Animal shelter helps reunite dog with homeless family: 'There was not a dry eye in the room'
Last week, McKamey Animal Center's animal protection team was dispatched to pick up a lost dog wandering around a neighborhood in Chattanooga, Tenn. When they arrived, a heart-wrenching handwritten note was found attached to the pup's collar.
"My name is Lilo," the note read. "Please love me. My mom can't keep me and is homeless with 2 kids. She tried her best but can't get help. I cost too much for her. She really loves me and I'm a great dog and love to be loved on. Please don't abuse me."
The letter had another ask: "Please keep my name."
Lauren D. Mann, director of advancement at MAC, tells Yahoo Life that when her team found Lilo's note, they decided to share the animal's story on social media in hopes of reuniting Lilo with her family again.
"We know many folks are struggling to care for their pets right now. We know how hard it must be to give up an animal you so clearly loved because you can’t provide the care she needs. We understand," MAC wrote on its Facebook page alongside photos of Lilo and the letter. “We want you to know she is safe, and we will take the very best care of her. She will be loved by our staff and volunteers, we will keep her name, and we promise you we will do our best to find her a wonderful new home."
"If you are reading this," the post continued, "we hope you will come forward to reclaim her. We will help you with whatever you need to care for her, to the best of our ability."
Mann says she and her team were eager to capture Lilo's story so they can shed light on what she calls a "national sheltering crisis."
"A lot of shelters for the homeless around the country are not actually pet-friendly, which is an ongoing issue in and of itself. There is tons of data out there that says people will not seek help — if it's a case of domestic violence or something like that — if they cannot take their pet with them," she says.
The National Coalition for the Homeless estimates that 10% of the total population of people experiencing homelessness have a pet that they care for and that 1 in 5 of them don’t accept shelter because their pet can’t join them. Some organizations in Lilo's area are working to bridge that gap, however, such as Chattanooga Room in the Inn, a pet-friendly shelter for women and children, and Nashville's YWCA Weaver Domestic Violence Center, the primary provider of domestic violence services in the region, which also allows pets.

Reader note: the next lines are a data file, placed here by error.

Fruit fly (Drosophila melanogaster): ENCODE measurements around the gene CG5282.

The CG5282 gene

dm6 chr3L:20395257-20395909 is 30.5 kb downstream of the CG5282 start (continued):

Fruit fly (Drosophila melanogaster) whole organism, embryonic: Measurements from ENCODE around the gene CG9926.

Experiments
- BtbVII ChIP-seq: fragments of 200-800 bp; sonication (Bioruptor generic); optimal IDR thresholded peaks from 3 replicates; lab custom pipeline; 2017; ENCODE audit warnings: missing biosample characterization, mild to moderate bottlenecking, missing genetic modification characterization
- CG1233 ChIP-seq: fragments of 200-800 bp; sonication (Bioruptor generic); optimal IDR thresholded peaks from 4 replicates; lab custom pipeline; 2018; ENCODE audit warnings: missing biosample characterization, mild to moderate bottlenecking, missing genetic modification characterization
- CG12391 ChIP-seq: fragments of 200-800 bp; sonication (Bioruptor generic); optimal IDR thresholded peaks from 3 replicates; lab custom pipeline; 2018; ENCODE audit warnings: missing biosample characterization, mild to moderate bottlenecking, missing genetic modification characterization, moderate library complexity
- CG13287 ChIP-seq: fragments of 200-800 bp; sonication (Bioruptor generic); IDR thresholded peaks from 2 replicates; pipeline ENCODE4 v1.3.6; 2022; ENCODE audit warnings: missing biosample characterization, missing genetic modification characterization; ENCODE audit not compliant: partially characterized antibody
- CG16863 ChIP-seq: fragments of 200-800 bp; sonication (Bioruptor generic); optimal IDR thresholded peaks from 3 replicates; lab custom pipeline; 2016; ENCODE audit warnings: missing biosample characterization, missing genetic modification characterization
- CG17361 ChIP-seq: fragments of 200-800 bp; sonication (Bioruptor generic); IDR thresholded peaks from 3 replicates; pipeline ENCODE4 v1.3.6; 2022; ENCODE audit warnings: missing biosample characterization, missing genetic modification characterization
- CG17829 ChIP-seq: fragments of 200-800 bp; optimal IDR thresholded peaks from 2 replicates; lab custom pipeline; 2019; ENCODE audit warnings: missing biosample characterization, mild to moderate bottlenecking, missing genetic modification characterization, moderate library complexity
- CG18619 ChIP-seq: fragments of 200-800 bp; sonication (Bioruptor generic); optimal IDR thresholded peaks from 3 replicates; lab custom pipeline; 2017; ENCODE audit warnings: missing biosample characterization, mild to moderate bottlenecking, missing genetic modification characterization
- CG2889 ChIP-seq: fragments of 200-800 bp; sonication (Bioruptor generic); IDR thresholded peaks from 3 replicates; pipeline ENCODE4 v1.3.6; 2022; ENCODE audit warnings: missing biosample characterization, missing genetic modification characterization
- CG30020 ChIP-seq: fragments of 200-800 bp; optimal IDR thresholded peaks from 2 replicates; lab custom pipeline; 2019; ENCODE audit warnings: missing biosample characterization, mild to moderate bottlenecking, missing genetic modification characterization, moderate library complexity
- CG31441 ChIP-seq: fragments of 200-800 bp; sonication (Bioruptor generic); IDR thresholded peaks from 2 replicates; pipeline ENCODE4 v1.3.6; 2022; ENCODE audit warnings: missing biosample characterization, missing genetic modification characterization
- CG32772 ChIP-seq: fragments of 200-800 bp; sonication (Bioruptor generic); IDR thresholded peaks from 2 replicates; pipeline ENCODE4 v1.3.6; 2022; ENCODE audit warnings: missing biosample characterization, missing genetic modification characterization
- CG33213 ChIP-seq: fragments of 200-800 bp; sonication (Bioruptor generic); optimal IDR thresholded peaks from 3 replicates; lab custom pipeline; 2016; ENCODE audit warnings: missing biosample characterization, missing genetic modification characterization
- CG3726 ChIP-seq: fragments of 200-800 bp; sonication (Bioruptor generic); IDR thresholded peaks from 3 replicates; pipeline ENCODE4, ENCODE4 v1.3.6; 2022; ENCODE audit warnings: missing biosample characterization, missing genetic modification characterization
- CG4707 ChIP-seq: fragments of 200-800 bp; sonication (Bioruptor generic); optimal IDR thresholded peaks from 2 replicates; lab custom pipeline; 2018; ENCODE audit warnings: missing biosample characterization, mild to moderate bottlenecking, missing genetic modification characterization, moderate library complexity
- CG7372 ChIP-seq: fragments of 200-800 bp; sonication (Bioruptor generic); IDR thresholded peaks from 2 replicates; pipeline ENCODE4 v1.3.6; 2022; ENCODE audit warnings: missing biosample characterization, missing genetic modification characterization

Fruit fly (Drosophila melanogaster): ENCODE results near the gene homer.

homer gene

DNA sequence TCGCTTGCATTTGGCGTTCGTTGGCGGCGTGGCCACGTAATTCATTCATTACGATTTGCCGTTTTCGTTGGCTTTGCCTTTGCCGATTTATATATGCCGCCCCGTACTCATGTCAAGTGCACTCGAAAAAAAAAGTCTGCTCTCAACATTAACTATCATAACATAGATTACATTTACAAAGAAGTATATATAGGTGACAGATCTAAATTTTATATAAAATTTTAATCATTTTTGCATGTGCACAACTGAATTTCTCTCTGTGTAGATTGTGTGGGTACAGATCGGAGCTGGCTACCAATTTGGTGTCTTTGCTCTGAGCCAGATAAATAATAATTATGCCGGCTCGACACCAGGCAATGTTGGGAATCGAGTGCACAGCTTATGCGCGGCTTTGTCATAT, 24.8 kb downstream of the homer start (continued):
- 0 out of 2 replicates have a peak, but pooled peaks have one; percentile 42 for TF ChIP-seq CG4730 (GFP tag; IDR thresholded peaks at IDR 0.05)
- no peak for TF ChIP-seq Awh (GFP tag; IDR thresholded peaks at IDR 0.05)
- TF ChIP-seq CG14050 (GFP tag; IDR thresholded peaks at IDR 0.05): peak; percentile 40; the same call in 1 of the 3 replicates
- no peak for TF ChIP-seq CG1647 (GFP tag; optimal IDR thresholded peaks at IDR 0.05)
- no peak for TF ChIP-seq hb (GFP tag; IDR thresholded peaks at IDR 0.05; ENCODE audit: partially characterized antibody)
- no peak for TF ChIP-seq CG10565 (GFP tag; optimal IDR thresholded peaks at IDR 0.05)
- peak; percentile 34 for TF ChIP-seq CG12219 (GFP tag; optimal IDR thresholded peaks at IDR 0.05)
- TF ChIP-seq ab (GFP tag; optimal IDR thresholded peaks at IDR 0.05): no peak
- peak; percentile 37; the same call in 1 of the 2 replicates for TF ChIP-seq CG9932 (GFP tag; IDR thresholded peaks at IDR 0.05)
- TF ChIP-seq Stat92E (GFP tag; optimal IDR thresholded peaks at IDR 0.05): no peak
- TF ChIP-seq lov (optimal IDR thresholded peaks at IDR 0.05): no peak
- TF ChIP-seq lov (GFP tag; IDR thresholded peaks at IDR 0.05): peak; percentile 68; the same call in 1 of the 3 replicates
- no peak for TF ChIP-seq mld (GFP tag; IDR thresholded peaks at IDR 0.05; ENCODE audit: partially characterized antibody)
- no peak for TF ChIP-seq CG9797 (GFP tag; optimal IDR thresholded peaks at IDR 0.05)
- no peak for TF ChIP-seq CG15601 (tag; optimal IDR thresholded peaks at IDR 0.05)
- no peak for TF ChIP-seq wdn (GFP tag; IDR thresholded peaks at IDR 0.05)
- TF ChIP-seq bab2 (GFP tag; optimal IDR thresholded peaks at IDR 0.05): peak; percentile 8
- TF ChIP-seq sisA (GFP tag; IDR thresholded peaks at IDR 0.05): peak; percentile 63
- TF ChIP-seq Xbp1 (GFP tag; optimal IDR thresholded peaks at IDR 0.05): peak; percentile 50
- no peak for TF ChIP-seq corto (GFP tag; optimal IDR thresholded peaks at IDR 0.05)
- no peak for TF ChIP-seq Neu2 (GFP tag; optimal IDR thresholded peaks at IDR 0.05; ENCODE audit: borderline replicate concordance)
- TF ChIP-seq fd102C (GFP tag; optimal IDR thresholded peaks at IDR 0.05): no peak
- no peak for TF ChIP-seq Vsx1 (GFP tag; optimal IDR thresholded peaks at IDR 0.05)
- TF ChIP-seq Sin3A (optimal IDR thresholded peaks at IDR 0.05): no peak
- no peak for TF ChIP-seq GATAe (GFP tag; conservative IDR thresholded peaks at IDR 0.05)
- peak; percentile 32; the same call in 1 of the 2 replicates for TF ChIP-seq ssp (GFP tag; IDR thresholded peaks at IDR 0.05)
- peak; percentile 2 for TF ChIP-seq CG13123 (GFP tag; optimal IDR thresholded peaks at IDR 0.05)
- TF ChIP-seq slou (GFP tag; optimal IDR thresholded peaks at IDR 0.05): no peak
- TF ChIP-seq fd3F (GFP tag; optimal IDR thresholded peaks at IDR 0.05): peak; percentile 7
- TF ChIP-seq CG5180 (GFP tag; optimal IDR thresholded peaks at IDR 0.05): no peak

"People are struggling right now. And more than anything, they just need kindness and compassion," Mann says, adding that her team also sees "dogs come in every single day that are strays."
A happy ending
The dog's owner, whose identity is being kept private, saw MAC's Facebook post and on Wednesday night, she and her two children were reunited with their pup.
"There was not a dry eye in the room when Lilo came out and saw them again. I swear if a dog could cry, she definitely did," says Mann, who makes it clear that her team took appropriate steps to ensure they were Lilo's real owners.
"We are actively working with the family to set them up with a safe haven, shelter, and resources to stay together and tackle homelessness," the shelter shared post-reunion on Facebook. "We are thankful for everyone who has advocated for the family, and shared our post. We are amazed at the outpouring of support. It truly takes a community, and you all have certainly shown us how powerful ours is."
Still, Mann says Lilo is under MAC's care until her team can find the family a "safe haven" for them all to be together again.
"We are waiting on a call back from a couple of our different partner agencies to try and place them into pet-friendly housing," she says. "We're doing everything we can to try and keep them reunited and just get them into a safe haven right now."
Though it's important to note that "abandoning an animal is illegal," Mann says, she hopes Lilo's story will encourage broader conversations about the various roadblocks animal activists are faced with.
"There's a national shortage for veterinarians and access to affordable veterinary care, which is playing into [the crisis]. Funding also stopped for affordable and free spay-neuter programs, so now we have an overpopulation problem," she says. "I can think of three dogs off the top of my head that have been here for over a year, waiting for a doctor, just in our facility, and this is happening all over the country."
For anyone else who may be struggling to meet their animals' needs, Mann advises not to be afraid to ask for assistance from your local animal shelter.
"Reach out to your shelter," she says. "There are people out there who care at the end of the day, and they do want to help.
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